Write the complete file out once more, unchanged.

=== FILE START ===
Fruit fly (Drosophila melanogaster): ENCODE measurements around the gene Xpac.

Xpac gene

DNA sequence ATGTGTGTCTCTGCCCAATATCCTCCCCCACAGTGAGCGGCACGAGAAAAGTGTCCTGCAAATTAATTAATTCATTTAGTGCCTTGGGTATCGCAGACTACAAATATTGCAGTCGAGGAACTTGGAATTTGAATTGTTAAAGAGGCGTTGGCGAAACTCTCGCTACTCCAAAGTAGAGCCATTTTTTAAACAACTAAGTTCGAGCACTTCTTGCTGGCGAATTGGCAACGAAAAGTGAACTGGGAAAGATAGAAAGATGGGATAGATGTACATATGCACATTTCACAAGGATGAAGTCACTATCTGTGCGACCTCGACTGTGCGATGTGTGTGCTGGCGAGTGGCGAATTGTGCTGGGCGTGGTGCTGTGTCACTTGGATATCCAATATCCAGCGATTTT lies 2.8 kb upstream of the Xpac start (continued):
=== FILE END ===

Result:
Fruit fly (Drosophila melanogaster): ENCODE measurements around the gene Xpac.

Xpac gene

DNA sequence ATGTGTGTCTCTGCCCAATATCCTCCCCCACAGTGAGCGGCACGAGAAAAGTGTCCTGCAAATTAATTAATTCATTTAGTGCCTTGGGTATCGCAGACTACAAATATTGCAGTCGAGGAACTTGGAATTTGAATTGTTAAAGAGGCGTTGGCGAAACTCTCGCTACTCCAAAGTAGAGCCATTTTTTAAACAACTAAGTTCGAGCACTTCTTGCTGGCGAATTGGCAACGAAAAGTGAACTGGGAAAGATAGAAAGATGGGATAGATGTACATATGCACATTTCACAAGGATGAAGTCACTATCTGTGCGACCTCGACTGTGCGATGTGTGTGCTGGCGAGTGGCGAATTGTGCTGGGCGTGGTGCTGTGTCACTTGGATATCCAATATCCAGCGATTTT lies 2.8 kb upstream of the Xpac start (continued):